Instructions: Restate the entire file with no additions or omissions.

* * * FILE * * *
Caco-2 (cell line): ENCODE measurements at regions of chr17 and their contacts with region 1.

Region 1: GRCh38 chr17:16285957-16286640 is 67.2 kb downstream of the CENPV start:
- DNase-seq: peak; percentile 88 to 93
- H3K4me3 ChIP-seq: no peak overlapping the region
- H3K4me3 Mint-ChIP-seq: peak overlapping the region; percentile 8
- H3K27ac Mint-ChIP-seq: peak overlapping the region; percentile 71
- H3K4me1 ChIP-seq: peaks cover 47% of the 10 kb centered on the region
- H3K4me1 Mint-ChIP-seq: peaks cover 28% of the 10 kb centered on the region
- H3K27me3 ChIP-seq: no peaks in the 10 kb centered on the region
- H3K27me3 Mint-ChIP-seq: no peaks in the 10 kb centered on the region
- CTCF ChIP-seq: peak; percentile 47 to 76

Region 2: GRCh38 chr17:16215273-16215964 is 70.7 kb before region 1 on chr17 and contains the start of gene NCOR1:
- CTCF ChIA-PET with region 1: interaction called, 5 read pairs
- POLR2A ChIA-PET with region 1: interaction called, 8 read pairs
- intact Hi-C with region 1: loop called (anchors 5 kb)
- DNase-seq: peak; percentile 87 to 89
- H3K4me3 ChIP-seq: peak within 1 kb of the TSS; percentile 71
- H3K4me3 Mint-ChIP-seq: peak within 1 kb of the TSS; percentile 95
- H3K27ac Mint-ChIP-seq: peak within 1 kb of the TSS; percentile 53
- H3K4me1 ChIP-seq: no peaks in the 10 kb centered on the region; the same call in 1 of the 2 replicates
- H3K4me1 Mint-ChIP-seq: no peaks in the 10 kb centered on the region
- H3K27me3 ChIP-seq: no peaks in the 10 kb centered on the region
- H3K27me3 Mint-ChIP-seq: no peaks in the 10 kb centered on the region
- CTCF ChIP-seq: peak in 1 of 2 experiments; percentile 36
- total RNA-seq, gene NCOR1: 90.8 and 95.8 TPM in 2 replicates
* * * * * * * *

Caco-2 (cell line): ENCODE measurements at regions of chr17 and their contacts with region 1.

Region 1: GRCh38 chr17:16285957-16286640 is 67.2 kb downstream of the CENPV start:
- DNase-seq: peak; percentile 88 to 93
- H3K4me3 ChIP-seq: no peak overlapping the region
- H3K4me3 Mint-ChIP-seq: peak overlapping the region; percentile 8
- H3K27ac Mint-ChIP-seq: peak overlapping the region; percentile 71
- H3K4me1 ChIP-seq: peaks cover 47% of the 10 kb centered on the region
- H3K4me1 Mint-ChIP-seq: peaks cover 28% of the 10 kb centered on the region
- H3K27me3 ChIP-seq: no peaks in the 10 kb centered on the region
- H3K27me3 Mint-ChIP-seq: no peaks in the 10 kb centered on the region
- CTCF ChIP-seq: peak; percentile 47 to 76

Region 2: GRCh38 chr17:16215273-16215964 is 70.7 kb before region 1 on chr17 and contains the start of gene NCOR1:
- CTCF ChIA-PET with region 1: interaction called, 5 read pairs
- POLR2A ChIA-PET with region 1: interaction called, 8 read pairs
- intact Hi-C with region 1: loop called (anchors 5 kb)
- DNase-seq: peak; percentile 87 to 89
- H3K4me3 ChIP-seq: peak within 1 kb of the TSS; percentile 71
- H3K4me3 Mint-ChIP-seq: peak within 1 kb of the TSS; percentile 95
- H3K27ac Mint-ChIP-seq: peak within 1 kb of the TSS; percentile 53
- H3K4me1 ChIP-seq: no peaks in the 10 kb centered on the region; the same call in 1 of the 2 replicates
- H3K4me1 Mint-ChIP-seq: no peaks in the 10 kb centered on the region
- H3K27me3 ChIP-seq: no peaks in the 10 kb centered on the region
- H3K27me3 Mint-ChIP-seq: no peaks in the 10 kb centered on the region
- CTCF ChIP-seq: peak in 1 of 2 experiments; percentile 36
- total RNA-seq, gene NCOR1: 90.8 and 95.8 TPM in 2 replicates